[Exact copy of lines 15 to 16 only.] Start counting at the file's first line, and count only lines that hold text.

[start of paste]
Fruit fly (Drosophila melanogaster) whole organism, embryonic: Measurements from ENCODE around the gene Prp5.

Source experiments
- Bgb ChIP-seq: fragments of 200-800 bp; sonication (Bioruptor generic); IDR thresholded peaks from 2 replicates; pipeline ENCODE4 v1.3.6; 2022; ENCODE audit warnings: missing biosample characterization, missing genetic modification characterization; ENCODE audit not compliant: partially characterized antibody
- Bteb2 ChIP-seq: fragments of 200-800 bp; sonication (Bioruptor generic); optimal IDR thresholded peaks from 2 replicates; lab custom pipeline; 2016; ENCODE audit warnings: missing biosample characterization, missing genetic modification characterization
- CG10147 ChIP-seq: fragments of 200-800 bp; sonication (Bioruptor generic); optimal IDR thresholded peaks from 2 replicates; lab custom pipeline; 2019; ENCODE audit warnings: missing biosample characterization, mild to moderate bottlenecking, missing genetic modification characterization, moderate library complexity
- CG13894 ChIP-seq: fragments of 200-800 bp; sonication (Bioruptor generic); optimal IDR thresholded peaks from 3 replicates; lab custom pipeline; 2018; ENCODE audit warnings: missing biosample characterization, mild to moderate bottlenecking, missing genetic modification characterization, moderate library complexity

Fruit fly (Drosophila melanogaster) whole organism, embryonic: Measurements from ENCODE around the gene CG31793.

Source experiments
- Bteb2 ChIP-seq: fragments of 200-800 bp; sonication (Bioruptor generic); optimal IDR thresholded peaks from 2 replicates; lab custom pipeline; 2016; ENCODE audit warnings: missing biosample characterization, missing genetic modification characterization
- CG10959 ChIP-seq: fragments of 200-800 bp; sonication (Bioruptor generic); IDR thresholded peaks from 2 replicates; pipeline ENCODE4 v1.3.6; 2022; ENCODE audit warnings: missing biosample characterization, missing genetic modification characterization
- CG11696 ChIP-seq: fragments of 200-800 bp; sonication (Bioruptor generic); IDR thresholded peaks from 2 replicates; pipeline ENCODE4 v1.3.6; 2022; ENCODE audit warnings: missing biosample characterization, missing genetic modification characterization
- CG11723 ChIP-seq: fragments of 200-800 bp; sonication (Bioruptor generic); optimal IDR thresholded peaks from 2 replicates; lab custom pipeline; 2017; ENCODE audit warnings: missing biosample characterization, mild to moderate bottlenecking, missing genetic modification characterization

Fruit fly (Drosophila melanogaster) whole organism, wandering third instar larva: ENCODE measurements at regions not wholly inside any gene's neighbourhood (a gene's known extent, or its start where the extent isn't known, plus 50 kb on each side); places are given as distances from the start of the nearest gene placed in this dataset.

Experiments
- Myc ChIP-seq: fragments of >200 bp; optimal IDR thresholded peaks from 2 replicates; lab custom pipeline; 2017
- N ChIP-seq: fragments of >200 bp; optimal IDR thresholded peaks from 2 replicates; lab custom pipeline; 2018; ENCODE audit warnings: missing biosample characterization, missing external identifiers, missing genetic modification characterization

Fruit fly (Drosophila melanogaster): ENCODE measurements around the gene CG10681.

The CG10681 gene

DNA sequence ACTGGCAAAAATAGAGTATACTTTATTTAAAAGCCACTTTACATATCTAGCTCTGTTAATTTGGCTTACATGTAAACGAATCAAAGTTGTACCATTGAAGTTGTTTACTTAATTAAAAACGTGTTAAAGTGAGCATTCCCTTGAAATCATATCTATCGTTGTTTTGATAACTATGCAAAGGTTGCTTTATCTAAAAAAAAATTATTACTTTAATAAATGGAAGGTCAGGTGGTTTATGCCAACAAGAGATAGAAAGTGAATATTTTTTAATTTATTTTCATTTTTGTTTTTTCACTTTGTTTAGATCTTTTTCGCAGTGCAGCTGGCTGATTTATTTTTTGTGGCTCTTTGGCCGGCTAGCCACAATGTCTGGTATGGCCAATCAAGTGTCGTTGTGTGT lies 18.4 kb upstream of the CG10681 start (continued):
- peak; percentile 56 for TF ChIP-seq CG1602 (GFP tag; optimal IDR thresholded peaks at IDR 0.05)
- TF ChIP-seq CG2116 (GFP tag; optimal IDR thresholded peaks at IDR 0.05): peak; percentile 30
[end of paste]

- Myc ChIP-seq: fragments of >200 bp; optimal IDR thresholded peaks from 2 replicates; lab custom pipeline; 2017
- N ChIP-seq: fragments of >200 bp; optimal IDR thresholded peaks from 2 replicates; lab custom pipeline; 2018; ENCODE audit warnings: missing biosample characterization, missing external identifiers, missing genetic modification characterization